I also suggest you read the work of neurologists Oliver Sacks, M.D. and V.S. Ramachandran who illustrate the strange perceptual distortions they have encoutered in their research.

You have reduced the experience of DP/DR to one simple cause, and that isn't the case. I believe chronic fight/flight might be a factor in my DP, but I don't see it in all the cases here. By a long shot. And again, I have no rec drug history at all. But I don't presume to compare my case to anyone else's here.
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Edit: duplicate post I'm afraid to delete. Posting problem.
Joe says:

Im misunderstood
Yeah right.
dakotajo said:
Im like everybody else here. Ive had chronic dp/dr for over 2 years straight, due to my anxiety state. Im misunderstood. Im not saying that everybody on this earth has dp. Im saying I believe everybody on this earth has the ABILITY to dissociate. I believe like alot of experts that dp/dr is a mechanism which becomes engaged during intolerable suffering. Its all part of the FOF mechanism. Its not mysterious, and its not an illness. Its part of being human.

The fight/flight mechansim, I believe, is part our evolution. It exists in animals for protection. In modern society, sometimes it backfires, and becomes PATHOLOGICAL. When it becomes DISABLING and chronic (lasting more than an hour or so over a long period of time for instance), when it interferes w/work or social functioning it is of great concern for patient and doctor alike.

I know people/doctors I have tried to MAKE feel DP/DR. I tell them to focus on their bodies, wonder about their existence, and they CAN'T do it. Some note fleeting experiences in their lives when exhausted/lacking sleep/w jet lag, and others understand deja vu which is also common -- we don't even understand why we experience deja vu!

You can't reduce any neurological phenomena to one simple theory. The brain is SO complex. We have a very limited understanding of how it works.

Im like everybody else here. Ive had chronic dp/dr for over 2 years straight, due to my anxiety state. Im misunderstood. Im not saying that everybody on this earth has dp. Im saying I believe everybody on this earth has the ABILITY to dissociate. I believe like alot of experts that dp/dr is a mechanism which becomes engaged during intolerable suffering. Its all part of the FOF mechanism. Its not mysterious, and its not an illness. Its part of being human.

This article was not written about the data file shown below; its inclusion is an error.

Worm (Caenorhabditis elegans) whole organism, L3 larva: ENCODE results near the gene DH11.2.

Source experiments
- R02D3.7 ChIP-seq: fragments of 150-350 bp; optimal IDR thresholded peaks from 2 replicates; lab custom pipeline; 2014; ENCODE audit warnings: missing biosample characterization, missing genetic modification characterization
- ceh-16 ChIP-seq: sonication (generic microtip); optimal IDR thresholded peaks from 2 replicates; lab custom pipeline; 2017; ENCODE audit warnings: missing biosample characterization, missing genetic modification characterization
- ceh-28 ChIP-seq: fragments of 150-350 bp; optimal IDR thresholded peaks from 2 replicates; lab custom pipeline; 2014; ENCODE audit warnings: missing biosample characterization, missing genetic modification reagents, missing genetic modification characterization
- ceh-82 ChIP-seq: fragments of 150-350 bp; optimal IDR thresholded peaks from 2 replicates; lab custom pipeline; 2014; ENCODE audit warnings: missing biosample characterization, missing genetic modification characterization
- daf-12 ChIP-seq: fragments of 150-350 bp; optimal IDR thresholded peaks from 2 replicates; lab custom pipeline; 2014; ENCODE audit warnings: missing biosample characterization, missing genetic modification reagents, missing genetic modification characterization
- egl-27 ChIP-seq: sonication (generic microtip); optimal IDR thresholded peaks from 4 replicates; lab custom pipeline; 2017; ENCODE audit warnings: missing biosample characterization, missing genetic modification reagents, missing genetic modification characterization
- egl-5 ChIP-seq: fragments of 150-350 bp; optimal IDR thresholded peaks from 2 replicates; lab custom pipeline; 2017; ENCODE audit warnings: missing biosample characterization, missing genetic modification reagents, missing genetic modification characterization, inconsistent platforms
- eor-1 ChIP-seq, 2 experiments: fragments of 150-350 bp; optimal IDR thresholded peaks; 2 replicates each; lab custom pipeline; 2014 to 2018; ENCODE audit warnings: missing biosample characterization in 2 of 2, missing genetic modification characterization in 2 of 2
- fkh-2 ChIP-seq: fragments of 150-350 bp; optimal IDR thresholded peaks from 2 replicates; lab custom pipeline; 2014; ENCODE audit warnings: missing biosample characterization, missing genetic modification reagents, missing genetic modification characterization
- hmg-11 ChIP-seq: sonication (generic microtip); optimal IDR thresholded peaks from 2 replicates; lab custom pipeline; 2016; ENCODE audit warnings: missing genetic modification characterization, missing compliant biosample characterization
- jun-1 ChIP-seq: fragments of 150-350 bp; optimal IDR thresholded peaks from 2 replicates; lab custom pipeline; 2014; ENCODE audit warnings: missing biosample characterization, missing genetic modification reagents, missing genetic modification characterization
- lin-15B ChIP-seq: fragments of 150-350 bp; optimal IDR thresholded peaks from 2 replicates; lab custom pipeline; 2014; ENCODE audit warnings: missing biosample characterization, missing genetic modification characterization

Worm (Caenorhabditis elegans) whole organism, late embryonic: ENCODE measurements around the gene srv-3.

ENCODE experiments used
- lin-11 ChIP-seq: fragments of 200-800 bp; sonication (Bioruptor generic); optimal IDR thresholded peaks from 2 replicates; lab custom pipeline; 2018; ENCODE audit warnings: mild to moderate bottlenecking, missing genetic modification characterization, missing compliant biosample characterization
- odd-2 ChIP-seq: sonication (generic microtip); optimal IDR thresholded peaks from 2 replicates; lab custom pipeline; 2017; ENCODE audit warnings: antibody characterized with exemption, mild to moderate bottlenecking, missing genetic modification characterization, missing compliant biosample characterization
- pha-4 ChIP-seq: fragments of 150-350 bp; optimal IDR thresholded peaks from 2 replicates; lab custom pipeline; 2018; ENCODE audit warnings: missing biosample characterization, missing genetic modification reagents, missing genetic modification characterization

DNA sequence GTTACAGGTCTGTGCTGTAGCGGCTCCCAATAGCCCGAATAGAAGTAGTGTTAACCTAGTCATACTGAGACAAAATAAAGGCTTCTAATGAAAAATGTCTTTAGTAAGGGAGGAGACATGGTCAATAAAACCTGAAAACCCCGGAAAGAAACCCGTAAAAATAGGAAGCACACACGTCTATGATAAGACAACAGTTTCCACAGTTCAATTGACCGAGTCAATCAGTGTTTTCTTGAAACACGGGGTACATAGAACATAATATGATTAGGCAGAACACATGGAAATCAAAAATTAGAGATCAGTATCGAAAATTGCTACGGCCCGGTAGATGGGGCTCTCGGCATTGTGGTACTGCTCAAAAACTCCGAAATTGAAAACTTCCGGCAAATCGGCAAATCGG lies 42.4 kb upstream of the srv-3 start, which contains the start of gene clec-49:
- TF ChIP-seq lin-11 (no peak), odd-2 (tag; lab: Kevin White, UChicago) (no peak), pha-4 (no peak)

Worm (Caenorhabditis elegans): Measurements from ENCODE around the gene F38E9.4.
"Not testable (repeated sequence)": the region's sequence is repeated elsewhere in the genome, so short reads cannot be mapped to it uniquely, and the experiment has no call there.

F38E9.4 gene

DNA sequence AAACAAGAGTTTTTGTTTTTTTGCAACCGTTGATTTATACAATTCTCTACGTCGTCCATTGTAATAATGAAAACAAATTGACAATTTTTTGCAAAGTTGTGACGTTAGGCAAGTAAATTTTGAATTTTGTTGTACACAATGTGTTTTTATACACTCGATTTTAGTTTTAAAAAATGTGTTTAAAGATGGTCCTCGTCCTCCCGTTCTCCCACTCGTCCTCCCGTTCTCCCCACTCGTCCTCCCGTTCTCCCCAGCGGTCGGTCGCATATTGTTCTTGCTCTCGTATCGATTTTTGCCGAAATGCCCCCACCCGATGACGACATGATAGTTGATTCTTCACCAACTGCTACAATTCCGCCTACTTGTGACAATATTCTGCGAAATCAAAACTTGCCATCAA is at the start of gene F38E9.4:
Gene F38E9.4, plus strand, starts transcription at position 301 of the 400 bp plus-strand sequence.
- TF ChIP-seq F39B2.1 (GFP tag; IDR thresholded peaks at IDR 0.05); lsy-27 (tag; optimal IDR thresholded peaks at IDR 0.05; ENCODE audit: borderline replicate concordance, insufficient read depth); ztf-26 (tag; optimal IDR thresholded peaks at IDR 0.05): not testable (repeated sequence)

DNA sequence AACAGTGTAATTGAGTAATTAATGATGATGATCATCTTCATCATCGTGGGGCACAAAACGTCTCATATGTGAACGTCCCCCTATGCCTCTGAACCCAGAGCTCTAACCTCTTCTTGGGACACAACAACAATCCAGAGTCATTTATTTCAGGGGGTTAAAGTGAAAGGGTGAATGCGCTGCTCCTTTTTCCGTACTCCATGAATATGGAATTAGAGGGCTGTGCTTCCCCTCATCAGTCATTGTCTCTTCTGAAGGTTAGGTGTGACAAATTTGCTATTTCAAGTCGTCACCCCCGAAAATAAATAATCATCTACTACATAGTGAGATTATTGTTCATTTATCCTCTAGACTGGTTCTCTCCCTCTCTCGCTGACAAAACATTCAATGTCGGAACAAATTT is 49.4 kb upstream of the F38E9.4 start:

But DP/DR symptoms may occur more easily in some people than in others. So for one person maybe it hardly requires any anxiety at all whereas another person needs a much greater level of anxiety for DP/DR to kick in. If DP/DR kicks in more easily in some people than in others, then you are in fact getting into the area of a specific problem removed from simple anxiety itself. Afterall, everyone has at least SOME anxiety in their lives, and if their DP/DR symptoms appear from very low anxiety levels, then to me it should be classified as a separate phenomenon. In other words, however rare or unlikely, someone could potentially DP or DR from simply living.
Agreed. Im sure, everybodies threshold is different. As Dreamer says, were all unique. I still believe tho that is no illness. Whats perpetuating the fof response maybe is, but the dp/dr itself is only a symptom. A doctor once told me that you can become accustomed to anxiety states and not even realize your in one.

dakotajo said:
A doctor once told me that you can become accustomed to anxiety states and not even realize your in one.

Yeah Joe, I've thought about that before. And I haven't ruled it out as a possibility in my case.

But don't forget the possibility that DP/DR can occur at very low levels of anxiety. And maybe at levels which are considered normal. Depending on the individual, of course.
everyone seems so bitchy around here lately that ive been afraid to post lest i get my bitch-switch flipped..

i see your point joe.. yes dp is part of fight or flight.. but alas its not that simple deary.

not everyone has 24/7 fight or flight... usually it happens after a horrific or tragic event.. trauma.. then bang your dped.. then it goes away.. grief period then healing begins in whatever form. but the dp ultimately goes away. unfortunately in some cases it doesnt. it gets 'stuck'. the switch is turned on but for some sick twist of fate doesnt turn off. or in other cases like me... it turns off for a bit.. then it turns back on when i least expect it to. and there are different responses to it. for me... its a pleasant experience. its the way my mind 'shuts off' to get away from the horrors of reality. the problem is i have no control over it. and when it happens im even less in control and oblivious to what is going on around me. not being in control is what i hate about it.